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More great Office 2010 features for business

Serdar Yegulalp | July 1, 2010
Many of the best new features in Office 2010 were designed with mobile users and far-flung work groups in mind

SAN FRANCISCO, 30 JUNE 2010- Most of us by now are familiar with all the obviously new parts of Office 2010, such as the revised Ribbon, the Backstage document view, Paste preview, and Outlook's Conversation view. But many of the really powerful changes in Office 2010 go far beyond cosmetic -- they're functional, under-the-hood improvements aimed squarely at people who use Office in a business context. Here, then, is a rundown of some key new features in Office 2010 aimed at people who use Office to make their work not just easier, but possible.

The business-grade features in Office 2010 reflect not only the increasingly online orientation of software but also the changing nature of the way business is done. More and more offices are becoming an agglomeration of a dozen disparate home computers, not a single, fixed corporate building. The next mission: making next-generation Office apps a sure thing on phones and tablets, too. But Office on the desktop -- and in the workplace -- remains solid.

Simultaneous editing or co-authoring

Here's a feature I've been awaiting for quite some time: the ability for multiple users to make changes to the same document in real time, and have those changes show up on everyone else's computer at once. Microsoft calls it co-authoring. It's been implemented elsewhere; for instance, Google Docs has supported simultaneous editing for some time, and a company named Plutext has been working on a simultaneous-editing solution for Word 2007 and Word 2003. But now Microsoft has added co-authoring as a native feature in Word, Excel, and OneNote.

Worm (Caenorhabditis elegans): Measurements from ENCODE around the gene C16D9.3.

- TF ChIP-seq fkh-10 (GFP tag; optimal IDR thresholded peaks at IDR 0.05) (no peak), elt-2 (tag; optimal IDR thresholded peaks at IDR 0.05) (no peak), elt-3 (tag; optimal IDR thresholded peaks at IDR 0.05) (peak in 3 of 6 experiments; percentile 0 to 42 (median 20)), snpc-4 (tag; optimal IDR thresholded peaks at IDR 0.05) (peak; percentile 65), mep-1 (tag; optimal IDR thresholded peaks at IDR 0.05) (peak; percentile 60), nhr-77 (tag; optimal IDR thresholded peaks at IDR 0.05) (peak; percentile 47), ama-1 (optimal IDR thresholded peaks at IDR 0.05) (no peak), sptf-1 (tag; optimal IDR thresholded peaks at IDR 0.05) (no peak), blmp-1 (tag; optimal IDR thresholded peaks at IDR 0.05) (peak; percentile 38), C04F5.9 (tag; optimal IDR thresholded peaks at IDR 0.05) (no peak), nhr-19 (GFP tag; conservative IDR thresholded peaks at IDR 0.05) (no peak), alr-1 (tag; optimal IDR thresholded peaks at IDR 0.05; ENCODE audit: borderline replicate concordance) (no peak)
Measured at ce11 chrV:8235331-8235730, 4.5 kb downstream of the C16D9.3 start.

The idea, as discussed by Microsoft before, is that people should be able to open a document, get to work, and have simultaneous changes recorded as part of their existing workflow. That said, you can't make this happen just by opening a copy of a Word document on a shared network drive or an FTP site. The document needs to be hosted on a SharePoint server or, failing that, on Microsoft's own free online storage service SkyDrive. Most people will probably encounter this feature via SkyDrive first, considering SkyDrive is free and requires far less work to set up than a SharePoint server.

Word 2010 provides the best functional example for how co-authoring works. When you open a document for co-authoring, you receive a notification about who else is editing the document in the program's status bar. Each of the users in question has a credentials pane; you can click it to obtain contact information, email addresses, IM handles, and so on. (There's no direct user-to-user chat function, which would have been handy, but maybe that's only because Microsoft assumes you already have some way of talking to the people you're collaborating with.)


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